- Series: Ohio
- Paperback: 271 pages
- Publisher: Orange Frazer Pr Inc (September 1, 1996)
- Language: English
- ISBN-10: 1882203135
- ISBN-13: 978-1882203130
- Product Dimensions: 7.2 x 0.8 x 10 inches
- Shipping Weight: 12.6 ounces (View shipping rates and policies)
- Average Customer Review: 11 customer reviews
- Amazon Best Sellers Rank: #868,194 in Books (See Top 100 in Books)
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Grand Eccentrics: Turning the Century : Dayton and the Inventing of America (Ohio) Paperback – September 1, 1996
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From the Back Cover
"Grand Eccentrics... a delightfully entertaining six-way biography of men whose talents and vision fundamentally changed the world. Bernstein's subjects are a colorful (and sometimes just plain odd) collection of self-made individuals whose contributions were astounding. In Grand Eccentrics Bernstein offers a look back at a time of breathtaking change wrought by exceptional minds. RECOMMENDED."
-- Cleveland Plain Dealer
"Turn-of-the-century Dayton was an extraordinary place, filled with people who could exercise an enormous impact on the nation and the world. For those who doubt this, I recommend Grand Eccentrics, a fascinating account of an unconventional group who helped to shape the history of the 20th century."
-- Tom D. Crouch; Senior Curator, Aeronautics
National Air and Space Museum
"It's a wonderful book!... a tour de force."
Professor George Knepper [Author: Ohio and Its People]
University of Akron
About the Author
Mark Bernstein is an author and magazine writer with particular interests in American biography, and social and technological history. Born in Chicago, he lived for 30 years near Dayton, Ohio, and moved to Silver Spring, Md., in 2004.
His most recent work is "McCulloch of Ohio: For the Republic" , a full-length biography of the Republican congressman who led bipartisan efforts to pass the 1964 Civil Rights Act, 1965 Voting Rights Act and 1968 Open Housing Act.
His previous work includes "John J. Gilligan: The Politics of Principle" [Kent State University Press, 2013], the first full-length biography of the Ohio's transformative governor and the state's most significant post-World War Two Democrat; "World War II on the Air" [with Alex Lubertozzi and Dan Rather; Sourcebooks, 2003], an account of Edward R. Murrow and the CBS radio coverage of the European Theater, complete with a 55-minute audio CD of classic broadcasts; and "Grand Eccentrics" [Orange Frazer Press, 1996], a group biography of such turn-of-the-century inventors and entrepreneurs as the Wright Brothers, Charles Kettering and others.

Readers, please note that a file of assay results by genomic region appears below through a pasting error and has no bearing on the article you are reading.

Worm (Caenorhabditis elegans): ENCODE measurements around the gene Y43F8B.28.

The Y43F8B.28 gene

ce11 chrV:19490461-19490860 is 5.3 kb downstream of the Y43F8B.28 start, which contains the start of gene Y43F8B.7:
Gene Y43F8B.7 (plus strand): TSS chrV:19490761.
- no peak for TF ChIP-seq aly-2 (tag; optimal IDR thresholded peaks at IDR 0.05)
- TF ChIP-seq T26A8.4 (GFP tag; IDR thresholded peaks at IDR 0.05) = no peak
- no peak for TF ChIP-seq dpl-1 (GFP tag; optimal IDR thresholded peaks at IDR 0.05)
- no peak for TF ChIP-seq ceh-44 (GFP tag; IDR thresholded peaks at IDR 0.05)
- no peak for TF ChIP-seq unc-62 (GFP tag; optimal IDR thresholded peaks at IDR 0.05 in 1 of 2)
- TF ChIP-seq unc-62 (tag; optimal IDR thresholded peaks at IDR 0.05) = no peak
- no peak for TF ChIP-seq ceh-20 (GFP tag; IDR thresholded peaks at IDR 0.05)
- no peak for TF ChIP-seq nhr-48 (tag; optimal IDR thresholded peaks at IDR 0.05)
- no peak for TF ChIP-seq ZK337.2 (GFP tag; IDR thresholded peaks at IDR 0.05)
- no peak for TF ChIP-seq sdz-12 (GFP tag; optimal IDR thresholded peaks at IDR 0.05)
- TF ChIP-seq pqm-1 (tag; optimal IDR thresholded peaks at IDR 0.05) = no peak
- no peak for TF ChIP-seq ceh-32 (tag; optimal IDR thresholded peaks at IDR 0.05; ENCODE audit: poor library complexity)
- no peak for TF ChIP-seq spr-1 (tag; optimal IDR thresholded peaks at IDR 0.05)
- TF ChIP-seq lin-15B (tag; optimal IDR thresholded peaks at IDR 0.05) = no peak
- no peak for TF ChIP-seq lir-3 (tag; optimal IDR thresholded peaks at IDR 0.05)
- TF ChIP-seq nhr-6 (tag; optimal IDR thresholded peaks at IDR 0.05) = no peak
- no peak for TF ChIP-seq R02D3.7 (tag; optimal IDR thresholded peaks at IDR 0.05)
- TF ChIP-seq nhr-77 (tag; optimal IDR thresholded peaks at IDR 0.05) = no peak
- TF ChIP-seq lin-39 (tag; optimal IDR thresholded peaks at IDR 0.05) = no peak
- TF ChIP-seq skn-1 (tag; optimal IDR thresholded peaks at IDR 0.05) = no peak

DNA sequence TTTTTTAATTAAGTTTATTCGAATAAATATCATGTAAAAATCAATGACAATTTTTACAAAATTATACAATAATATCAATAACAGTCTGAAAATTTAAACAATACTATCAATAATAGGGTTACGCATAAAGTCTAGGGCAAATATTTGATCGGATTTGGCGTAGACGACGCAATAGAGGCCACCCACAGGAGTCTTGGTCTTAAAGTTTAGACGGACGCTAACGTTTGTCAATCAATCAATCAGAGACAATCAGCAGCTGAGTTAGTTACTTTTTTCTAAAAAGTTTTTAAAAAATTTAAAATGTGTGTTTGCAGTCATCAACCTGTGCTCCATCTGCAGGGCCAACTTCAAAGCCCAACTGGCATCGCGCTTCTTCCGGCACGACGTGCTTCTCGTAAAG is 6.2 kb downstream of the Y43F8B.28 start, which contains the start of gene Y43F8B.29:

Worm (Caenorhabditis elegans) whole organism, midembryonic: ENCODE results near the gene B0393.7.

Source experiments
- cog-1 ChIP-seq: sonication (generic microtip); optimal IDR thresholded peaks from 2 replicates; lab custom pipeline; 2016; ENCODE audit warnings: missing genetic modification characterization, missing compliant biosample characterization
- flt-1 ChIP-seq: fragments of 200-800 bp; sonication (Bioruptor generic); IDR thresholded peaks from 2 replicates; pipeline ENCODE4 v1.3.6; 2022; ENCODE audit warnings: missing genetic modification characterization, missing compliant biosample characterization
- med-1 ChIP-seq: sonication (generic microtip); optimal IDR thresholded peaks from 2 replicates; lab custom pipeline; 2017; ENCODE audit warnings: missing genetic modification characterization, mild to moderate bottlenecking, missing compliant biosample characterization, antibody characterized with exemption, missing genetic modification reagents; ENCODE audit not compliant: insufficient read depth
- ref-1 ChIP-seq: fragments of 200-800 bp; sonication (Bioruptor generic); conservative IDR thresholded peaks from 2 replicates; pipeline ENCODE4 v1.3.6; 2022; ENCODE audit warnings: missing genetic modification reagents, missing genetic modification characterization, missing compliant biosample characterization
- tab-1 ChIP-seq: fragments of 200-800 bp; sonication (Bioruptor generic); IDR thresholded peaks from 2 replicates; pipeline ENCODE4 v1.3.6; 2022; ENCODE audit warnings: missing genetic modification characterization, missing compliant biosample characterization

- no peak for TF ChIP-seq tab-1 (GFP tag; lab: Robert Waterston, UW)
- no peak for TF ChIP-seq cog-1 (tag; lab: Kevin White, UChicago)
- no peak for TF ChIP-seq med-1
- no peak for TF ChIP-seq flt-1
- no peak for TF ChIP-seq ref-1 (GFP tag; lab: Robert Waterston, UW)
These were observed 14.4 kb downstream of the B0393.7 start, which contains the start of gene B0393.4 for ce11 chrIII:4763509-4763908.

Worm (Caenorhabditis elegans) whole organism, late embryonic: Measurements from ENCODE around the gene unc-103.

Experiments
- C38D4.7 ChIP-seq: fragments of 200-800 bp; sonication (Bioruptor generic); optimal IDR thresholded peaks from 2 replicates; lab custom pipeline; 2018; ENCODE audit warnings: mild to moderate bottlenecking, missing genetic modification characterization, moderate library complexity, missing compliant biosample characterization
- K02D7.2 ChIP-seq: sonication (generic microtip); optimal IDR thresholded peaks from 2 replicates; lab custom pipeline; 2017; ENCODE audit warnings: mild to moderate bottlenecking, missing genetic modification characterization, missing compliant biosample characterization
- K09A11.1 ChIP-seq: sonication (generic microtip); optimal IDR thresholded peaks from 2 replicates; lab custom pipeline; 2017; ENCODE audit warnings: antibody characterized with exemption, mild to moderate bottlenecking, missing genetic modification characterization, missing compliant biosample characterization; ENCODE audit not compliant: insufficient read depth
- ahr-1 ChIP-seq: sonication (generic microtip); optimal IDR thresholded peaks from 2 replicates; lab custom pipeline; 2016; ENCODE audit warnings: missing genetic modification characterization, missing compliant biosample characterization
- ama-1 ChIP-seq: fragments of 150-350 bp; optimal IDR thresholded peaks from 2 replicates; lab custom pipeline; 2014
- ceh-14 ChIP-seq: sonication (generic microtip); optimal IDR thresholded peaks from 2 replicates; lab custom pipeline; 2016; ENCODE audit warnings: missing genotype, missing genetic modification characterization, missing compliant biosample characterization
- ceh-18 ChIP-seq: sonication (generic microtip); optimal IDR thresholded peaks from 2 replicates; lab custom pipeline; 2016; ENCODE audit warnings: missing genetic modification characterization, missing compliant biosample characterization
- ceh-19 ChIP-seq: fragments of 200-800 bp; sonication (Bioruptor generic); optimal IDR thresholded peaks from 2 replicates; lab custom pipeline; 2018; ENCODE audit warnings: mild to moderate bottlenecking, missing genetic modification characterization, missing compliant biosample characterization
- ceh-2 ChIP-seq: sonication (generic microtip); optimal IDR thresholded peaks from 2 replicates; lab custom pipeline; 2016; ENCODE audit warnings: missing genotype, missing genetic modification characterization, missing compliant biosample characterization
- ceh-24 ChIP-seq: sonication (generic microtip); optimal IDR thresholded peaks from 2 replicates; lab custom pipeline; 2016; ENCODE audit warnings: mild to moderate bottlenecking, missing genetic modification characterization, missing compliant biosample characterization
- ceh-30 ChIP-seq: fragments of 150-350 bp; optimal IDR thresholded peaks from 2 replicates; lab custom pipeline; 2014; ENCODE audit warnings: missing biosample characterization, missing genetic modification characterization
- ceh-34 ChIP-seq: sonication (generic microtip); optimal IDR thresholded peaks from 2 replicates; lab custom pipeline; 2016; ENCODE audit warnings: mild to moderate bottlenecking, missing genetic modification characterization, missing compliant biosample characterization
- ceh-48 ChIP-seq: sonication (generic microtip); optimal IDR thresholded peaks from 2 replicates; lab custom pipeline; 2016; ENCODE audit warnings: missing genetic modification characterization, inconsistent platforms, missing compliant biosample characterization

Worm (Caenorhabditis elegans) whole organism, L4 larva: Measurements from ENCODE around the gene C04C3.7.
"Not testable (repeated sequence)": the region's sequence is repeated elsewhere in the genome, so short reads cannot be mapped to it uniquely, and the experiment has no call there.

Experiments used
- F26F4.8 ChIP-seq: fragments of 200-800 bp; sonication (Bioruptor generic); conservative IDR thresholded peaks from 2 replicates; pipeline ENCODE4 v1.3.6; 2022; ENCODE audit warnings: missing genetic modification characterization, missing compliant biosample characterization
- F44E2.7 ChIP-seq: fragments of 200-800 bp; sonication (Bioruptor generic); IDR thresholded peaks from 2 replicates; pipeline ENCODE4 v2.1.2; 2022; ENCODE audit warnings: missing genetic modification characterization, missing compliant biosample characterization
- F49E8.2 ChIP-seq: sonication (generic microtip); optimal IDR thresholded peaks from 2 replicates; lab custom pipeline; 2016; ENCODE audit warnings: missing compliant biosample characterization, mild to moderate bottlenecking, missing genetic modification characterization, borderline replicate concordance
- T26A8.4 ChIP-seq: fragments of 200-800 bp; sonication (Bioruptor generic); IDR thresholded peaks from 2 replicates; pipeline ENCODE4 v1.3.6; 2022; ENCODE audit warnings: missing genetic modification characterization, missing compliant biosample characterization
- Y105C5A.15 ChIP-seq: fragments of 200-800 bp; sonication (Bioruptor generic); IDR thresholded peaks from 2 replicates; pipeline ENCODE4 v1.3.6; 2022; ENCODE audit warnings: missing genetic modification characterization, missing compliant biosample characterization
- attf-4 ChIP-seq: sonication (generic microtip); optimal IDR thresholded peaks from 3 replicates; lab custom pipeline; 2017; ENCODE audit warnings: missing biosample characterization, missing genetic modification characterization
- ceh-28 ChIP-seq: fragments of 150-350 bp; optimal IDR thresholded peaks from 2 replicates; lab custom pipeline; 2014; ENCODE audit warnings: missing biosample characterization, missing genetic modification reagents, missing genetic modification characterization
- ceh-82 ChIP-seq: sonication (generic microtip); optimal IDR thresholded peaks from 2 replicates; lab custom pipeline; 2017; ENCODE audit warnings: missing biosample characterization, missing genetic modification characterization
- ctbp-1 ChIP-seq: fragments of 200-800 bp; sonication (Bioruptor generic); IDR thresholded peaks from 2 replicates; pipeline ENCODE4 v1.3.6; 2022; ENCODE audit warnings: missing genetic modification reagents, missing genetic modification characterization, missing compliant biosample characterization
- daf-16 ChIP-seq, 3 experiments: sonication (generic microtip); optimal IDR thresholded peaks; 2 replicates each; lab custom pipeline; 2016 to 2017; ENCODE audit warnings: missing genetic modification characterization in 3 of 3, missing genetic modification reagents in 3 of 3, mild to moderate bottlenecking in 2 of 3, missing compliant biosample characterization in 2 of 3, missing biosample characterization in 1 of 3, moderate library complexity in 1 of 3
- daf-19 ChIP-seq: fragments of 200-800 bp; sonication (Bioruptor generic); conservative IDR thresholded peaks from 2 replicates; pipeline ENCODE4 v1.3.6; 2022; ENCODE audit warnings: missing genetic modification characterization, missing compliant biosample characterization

Two of his works, "Grand Eccentrics" and "Wright Brothers' Home Day Celebration, 1909" are among the 70 books listed in the bibliography of David McCullough's New York Times #1 best-seller, "The Wright Brothers" .
He has been an on-camera participant in "Ohio at 200" , Ohio's official state bicentennial documentary produced by Florentine Films and "Million Dollar Idea" , a Smithsonian Institution television documentary series on American inventors. He has given 75 book talks and 120 radio interviews.
His 100 magazine articles have appeared in Smithsonian, Smithsonian Air & Space and American Heritage of Invention and Technology and he has been contributing editor to both OHIO magazine [thrice named the nation's best regional magazine] and of World Trade Magazine.
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Much of this book is spent talking about John Patterson, the former head of NCR (known as National Cash Register in those days), and his business practices and personal conduct that thrust him into the national spotlight. The Wright Brothers also get extensive coverage in this book, with Bernstein talking about not only the invention of powered flight, but also the personalities that made the Wright Brothers unique. You complete your reading feeling like you know about them as people and not just as two guys who were good mechanics.
Bernstein includes many black and white photos throughout the book, showing some of the factories, the people, and the inventions that put Dayton, Ohio, on the national map. He doesn't include any color photos. He gives the book an historic feel by including photos exactly as they were taken in the early part of the twentieth century.
Dayton, Ohio is still known by many as the birthplace of aviation. But it was also a hotbed of other activities and inventions. Author Mike Bernstein explains these complex men and the ambition and drive that propelled each of them to national prominence. These men were all unique and important to the progress of mankind. But most of all, they were "grand eccentrics"- men who were out of the ordinary and who didn't allow conventional thinking to stand in the way of innovation. This book describes them well, showing how the combination of determination and zeal led these inventors to accomplish so many great things.
The book accomplishes that all-too-rare feat of really making historical figures come alive by incorporating historical fact and detail in both a comprehensible story, but also a human and entertaining one. Mr Bernstein has a real eye for that telling detail that offers insight (often humor) and turns facts into a picture of a remarkable time and era. Reading Grand Eccentrics helps the reader see both the grand achievements and the human, happenstance, luck and challenges of the times, not to mention the quirks of personalities that both open and close doors for these remarkable figures. Steve Jobs stands in a long line of grand eccentrics--key players in the shaping of our country, then and now!